24 May 2009

The Blood Doctor; Barbara Vine

The Blood Doctor The Blood Doctor by Barbara Vine

My review

rating: 4 of 5 stars

What would you do if you found out that your great-grandfather was a monster? That's the question Martin Nanther is forced to answer as he probes into the life of the 1st Lord Nanther, Henry (physician to Queen Victoria, and expert on hemophilia). All his explorations are set against the House of Lords Act of 1999; fitting, in that Martin's place in the House is due to Henry's service and the Act banning most life peers from sitting somehow fits with Henry's fall from grace.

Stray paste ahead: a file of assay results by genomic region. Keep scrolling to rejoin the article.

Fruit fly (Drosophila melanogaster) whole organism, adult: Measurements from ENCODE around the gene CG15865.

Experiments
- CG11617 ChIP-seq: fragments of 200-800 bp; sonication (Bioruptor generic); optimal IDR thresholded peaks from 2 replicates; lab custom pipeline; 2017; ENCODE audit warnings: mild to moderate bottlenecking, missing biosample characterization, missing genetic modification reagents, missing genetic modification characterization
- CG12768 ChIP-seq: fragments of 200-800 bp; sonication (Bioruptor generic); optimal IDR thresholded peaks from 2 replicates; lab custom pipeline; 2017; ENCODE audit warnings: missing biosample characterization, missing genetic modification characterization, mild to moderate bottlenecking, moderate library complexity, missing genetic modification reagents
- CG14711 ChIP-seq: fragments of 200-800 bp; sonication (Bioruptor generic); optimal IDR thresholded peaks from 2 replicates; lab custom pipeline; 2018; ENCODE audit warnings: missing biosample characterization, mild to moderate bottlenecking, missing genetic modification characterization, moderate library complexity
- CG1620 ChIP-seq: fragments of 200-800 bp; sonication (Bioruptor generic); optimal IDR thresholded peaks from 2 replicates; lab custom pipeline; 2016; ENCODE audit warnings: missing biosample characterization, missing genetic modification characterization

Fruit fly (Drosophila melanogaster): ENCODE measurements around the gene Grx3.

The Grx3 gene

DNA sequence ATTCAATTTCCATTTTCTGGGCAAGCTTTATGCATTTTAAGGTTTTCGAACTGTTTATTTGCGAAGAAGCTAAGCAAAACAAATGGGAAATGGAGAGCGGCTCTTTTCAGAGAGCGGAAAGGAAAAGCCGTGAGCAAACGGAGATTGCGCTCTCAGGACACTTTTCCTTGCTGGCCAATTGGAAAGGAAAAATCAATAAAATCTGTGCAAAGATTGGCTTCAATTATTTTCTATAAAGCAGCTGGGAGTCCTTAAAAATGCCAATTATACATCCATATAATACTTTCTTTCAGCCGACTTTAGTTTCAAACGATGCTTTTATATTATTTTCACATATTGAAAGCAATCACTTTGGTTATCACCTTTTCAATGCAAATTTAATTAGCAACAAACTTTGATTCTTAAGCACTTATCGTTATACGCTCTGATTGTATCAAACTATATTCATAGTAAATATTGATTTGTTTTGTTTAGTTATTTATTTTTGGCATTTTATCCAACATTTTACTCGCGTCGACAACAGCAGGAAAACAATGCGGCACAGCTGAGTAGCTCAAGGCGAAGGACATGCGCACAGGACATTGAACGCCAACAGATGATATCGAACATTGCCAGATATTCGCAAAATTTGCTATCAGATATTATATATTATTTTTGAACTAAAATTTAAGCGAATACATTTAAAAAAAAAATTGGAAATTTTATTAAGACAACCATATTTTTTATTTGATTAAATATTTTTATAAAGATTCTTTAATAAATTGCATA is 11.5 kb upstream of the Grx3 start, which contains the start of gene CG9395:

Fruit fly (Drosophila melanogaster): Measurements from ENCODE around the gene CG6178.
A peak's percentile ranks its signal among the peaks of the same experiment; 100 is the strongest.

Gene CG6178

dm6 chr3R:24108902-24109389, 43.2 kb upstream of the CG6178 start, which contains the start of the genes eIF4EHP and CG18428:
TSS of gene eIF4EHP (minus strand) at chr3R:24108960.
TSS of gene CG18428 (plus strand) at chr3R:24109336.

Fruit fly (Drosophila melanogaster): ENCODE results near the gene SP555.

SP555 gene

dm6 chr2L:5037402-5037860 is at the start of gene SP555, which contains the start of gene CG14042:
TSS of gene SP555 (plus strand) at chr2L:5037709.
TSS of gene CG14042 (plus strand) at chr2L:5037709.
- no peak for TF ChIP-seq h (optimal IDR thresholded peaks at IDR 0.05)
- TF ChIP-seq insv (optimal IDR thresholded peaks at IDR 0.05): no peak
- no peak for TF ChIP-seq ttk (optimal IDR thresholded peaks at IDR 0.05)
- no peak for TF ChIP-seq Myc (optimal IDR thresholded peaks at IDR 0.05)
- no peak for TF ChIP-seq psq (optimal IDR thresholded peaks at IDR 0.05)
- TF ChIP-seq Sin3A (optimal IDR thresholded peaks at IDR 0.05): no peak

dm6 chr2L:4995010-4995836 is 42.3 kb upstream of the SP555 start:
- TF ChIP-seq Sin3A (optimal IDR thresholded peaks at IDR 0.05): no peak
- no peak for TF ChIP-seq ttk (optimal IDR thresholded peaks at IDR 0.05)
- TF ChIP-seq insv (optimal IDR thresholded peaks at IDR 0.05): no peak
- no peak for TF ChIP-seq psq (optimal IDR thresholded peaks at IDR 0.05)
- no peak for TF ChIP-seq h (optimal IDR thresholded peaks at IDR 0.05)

Vine is quite good at the dark, psychological mystery, looking at the reasons why and not being as crudely graphic as other writers. The "murder" here is so casual, so off-screen that it's almost impossible to believe that one has been committed - or that, in fact, many murders have been committed.

I also like the history she threw in: the Tay Bridge Disaster, the Act of 1999 and what was known in the 1800s about hemophilia all added to the sense that this was a normal world, a normal family, with something terribly wrong in its midst.

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